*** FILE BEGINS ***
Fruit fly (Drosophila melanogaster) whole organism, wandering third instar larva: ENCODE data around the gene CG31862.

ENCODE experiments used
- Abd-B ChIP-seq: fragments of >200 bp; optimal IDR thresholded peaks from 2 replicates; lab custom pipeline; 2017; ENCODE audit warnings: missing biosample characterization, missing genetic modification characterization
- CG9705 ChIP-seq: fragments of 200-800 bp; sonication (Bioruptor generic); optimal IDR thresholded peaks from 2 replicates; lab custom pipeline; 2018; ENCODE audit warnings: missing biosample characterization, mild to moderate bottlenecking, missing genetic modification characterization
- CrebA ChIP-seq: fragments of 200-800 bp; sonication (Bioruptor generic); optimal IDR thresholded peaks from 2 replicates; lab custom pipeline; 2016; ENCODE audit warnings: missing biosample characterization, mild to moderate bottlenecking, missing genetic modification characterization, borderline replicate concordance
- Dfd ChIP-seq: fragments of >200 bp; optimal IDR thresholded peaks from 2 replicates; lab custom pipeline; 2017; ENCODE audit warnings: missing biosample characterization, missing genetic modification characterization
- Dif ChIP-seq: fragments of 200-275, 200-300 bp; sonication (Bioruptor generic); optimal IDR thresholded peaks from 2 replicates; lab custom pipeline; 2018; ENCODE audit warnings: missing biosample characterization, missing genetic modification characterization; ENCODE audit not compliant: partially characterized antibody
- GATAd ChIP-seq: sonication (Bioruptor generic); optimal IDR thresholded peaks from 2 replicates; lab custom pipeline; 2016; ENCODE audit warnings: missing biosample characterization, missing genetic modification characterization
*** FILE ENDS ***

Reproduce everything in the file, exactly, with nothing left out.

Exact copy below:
Fruit fly (Drosophila melanogaster) whole organism, wandering third instar larva: ENCODE data around the gene CG31862.

ENCODE experiments used
- Abd-B ChIP-seq: fragments of >200 bp; optimal IDR thresholded peaks from 2 replicates; lab custom pipeline; 2017; ENCODE audit warnings: missing biosample characterization, missing genetic modification characterization
- CG9705 ChIP-seq: fragments of 200-800 bp; sonication (Bioruptor generic); optimal IDR thresholded peaks from 2 replicates; lab custom pipeline; 2018; ENCODE audit warnings: missing biosample characterization, mild to moderate bottlenecking, missing genetic modification characterization
- CrebA ChIP-seq: fragments of 200-800 bp; sonication (Bioruptor generic); optimal IDR thresholded peaks from 2 replicates; lab custom pipeline; 2016; ENCODE audit warnings: missing biosample characterization, mild to moderate bottlenecking, missing genetic modification characterization, borderline replicate concordance
- Dfd ChIP-seq: fragments of >200 bp; optimal IDR thresholded peaks from 2 replicates; lab custom pipeline; 2017; ENCODE audit warnings: missing biosample characterization, missing genetic modification characterization
- Dif ChIP-seq: fragments of 200-275, 200-300 bp; sonication (Bioruptor generic); optimal IDR thresholded peaks from 2 replicates; lab custom pipeline; 2018; ENCODE audit warnings: missing biosample characterization, missing genetic modification characterization; ENCODE audit not compliant: partially characterized antibody
- GATAd ChIP-seq: sonication (Bioruptor generic); optimal IDR thresholded peaks from 2 replicates; lab custom pipeline; 2016; ENCODE audit warnings: missing biosample characterization, missing genetic modification characterization